If you think you've finally nailed down your skin care routine, you might want to think again—and make some room in your kitchen.
Let's talk minerals. What exactly are they, anyway? In the simplest terms, when discussing nutrition, minerals are chemical elements required as an essential nutrient so that our bodies can perform the functions necessary for daily life. We need certain minerals to not only turn the food we eat into energy but also to build strong teeth and bones and promote healthy-looking skin, lustrous hair, and a host of other benefits.
There's no shortage of beneficial ingredients, but how do you know which ones are best? Ahead, we break down five natural minerals that harbor the biggest beauty-boosting potential and the best foods to get your fill.
After iron, zinc is the second most abundant trace mineral in our bodies, and besides supporting the immune system, zinc packs major derm powers. The mineral has been shown to help with wound healing and lessening inflammatory conditions like acne, and it also regulates sebum production and assists in collagen synthesis, DNA repair, and new cell production. Read: It can help keep your skin looking younger and healthier from the inside out.
Keep in mind your body doesn't store zinc, so fill up on foods that are rich in the mineral, like legumes, nuts, seeds, eggs, shellfish, and some meats, to make sure you're hitting your daily requirement.
Silica is the oxide form of silicon, the third most abundant trace element in our bodies, and it plays a key role in bone growth. Silica has also been dubbed the "beauty mineral" because it's an essential ingredient in collagen creation, which improves skin's strength and elasticity, nail growth, and hair health.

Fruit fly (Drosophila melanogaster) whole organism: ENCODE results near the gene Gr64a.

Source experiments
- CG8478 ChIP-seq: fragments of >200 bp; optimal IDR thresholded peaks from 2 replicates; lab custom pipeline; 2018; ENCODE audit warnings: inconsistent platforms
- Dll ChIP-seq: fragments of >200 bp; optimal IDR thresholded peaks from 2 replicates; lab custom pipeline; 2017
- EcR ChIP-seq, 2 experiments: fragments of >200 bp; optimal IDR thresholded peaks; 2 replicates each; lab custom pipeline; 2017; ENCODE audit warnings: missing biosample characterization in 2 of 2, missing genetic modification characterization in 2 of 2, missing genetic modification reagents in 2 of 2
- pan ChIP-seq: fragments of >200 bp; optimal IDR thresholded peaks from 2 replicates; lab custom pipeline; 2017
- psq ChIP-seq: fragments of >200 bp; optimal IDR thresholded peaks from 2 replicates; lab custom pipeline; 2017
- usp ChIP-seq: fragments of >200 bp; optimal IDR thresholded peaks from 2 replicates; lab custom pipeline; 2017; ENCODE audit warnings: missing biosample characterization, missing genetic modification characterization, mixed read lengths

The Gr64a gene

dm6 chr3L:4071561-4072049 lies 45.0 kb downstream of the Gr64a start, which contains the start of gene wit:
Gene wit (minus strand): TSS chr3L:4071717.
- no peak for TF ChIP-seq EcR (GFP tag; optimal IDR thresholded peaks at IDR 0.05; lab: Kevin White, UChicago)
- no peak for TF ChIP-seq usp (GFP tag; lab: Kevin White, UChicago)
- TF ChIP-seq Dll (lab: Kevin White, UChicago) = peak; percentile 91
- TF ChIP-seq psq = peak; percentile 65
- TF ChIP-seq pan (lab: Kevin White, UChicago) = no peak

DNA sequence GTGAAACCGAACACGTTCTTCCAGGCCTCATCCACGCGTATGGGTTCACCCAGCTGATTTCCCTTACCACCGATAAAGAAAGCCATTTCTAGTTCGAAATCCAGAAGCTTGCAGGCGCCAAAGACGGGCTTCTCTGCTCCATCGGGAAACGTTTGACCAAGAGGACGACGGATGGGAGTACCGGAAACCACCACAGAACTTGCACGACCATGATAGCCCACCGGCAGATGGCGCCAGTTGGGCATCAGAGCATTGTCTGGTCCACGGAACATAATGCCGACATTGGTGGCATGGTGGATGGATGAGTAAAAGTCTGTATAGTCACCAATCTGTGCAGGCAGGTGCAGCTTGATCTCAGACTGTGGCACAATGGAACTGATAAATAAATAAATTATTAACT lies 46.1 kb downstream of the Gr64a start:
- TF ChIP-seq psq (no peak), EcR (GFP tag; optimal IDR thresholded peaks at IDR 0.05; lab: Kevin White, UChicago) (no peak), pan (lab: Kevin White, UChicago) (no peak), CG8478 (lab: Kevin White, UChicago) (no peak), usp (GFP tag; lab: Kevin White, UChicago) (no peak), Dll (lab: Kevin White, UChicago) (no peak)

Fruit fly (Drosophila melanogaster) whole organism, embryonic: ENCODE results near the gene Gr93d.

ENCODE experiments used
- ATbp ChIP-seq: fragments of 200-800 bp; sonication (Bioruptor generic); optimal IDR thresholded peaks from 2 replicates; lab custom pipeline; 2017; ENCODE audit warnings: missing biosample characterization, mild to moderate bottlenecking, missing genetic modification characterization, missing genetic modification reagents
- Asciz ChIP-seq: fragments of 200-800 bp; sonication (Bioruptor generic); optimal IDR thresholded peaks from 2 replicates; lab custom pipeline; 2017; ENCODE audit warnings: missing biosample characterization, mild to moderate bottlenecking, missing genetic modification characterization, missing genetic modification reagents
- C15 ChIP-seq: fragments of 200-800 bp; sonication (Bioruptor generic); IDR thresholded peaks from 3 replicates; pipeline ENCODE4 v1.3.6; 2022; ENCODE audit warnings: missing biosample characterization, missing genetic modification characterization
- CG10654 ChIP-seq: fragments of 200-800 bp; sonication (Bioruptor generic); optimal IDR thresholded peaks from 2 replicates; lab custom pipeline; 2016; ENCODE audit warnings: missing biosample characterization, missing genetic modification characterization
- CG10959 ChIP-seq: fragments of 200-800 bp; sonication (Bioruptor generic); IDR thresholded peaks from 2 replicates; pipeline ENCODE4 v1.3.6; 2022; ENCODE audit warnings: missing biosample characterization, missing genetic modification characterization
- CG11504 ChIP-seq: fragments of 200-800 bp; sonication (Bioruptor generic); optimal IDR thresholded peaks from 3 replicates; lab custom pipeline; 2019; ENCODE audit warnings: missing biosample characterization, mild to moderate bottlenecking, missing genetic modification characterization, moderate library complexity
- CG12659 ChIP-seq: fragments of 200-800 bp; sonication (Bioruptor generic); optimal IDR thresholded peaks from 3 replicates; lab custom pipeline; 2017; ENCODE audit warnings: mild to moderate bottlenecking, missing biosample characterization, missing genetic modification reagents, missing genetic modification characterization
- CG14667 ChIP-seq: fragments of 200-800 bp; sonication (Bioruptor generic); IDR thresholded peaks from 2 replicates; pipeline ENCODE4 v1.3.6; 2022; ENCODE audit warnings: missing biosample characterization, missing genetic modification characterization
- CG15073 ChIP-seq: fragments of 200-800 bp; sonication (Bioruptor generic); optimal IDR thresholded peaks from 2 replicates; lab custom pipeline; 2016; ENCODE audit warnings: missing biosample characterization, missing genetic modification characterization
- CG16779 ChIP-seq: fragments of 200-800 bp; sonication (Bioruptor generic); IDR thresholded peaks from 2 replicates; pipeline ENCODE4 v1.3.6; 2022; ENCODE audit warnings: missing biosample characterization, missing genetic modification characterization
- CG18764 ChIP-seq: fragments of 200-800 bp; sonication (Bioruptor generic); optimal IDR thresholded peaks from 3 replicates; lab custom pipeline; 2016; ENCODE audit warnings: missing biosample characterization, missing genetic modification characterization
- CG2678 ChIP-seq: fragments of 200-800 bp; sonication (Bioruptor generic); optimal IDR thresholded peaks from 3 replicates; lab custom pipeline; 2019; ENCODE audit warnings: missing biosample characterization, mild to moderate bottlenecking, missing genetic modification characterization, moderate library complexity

While kick-starting collagen production by getting your silica fill from your diet may seem like the way to go—it's found in foods like whole grain bread and pasta, brown rice, oatmeal, bananas, green beans, spinach, mangoes, and even in beer—supplements are actually highly effective.
"One of the issues of getting silica from food is that it's not necessarily bioavailable," says Nicole Paine, RDN, a New York–based registered dietitian. "This means when it’s ingested, stomach acids in your gastrointestinal tract break down the silica, not allowing it to disperse in the body in the most optimal way." And while there are many different forms of silica, Paine explains that taking orthosilicic acid (or OSA), the form found in silica supplement FloraSil, is generally recognized as safe and is an easy way to maintain optimal levels of collagen, the building block for healthy skin, hair, and nails.
Dry skin sufferers should definitely consider including potassium in their skin care routine, as its deficiency is often to blame for a lack of skin moisture. Found in foods like bananas and spinach as well as the less obvious white beans, potatoes, dates, and other dried fruit, potassium keeps skin hydrated, assists in new cell production to improve dull skin, and acts as a pH balancer. It also helps regulate sebum production, which means it can help reduce the appearance of scars and blemishes.
Found in foods like tofu, legumes, whole grains, avocados and (yasss) dark chocolate, magnesium also helps improve skin's overall appearance by lowering cortisol levels and stabilizing hormone imbalances. Another beauty bonus? Magnesium's innate shimmer means that applying it in gel form to areas like cheekbones and collarbones makes it an effective natural highlighter.
Polyunsaturated fats like omega-3 fatty acids—found in fan favorites like avocado, almonds, flaxseed oil, and seafood—are not only good for lowering cholesterol and improving heart health, but they're also good for improving your skin. Omega-3s and their fellow essential fatty acids, omega-6s, can both be amazing moisturizers when applied topically. What's more, consuming foods rich in omega-3 fatty acids deals a major blow to your skin's biggest foe: inflammation. Plus, it helps eliminate stubborn acne. If staying head-to-toe healthy is your goal, polyunsaturated fats should be your go-to.
The information in this article is the opinion of the author and/or individuals quoted and in no way reflects the policies or positions of Flora Health. This is not intended to be a substitute for professional medical or nutrition advice.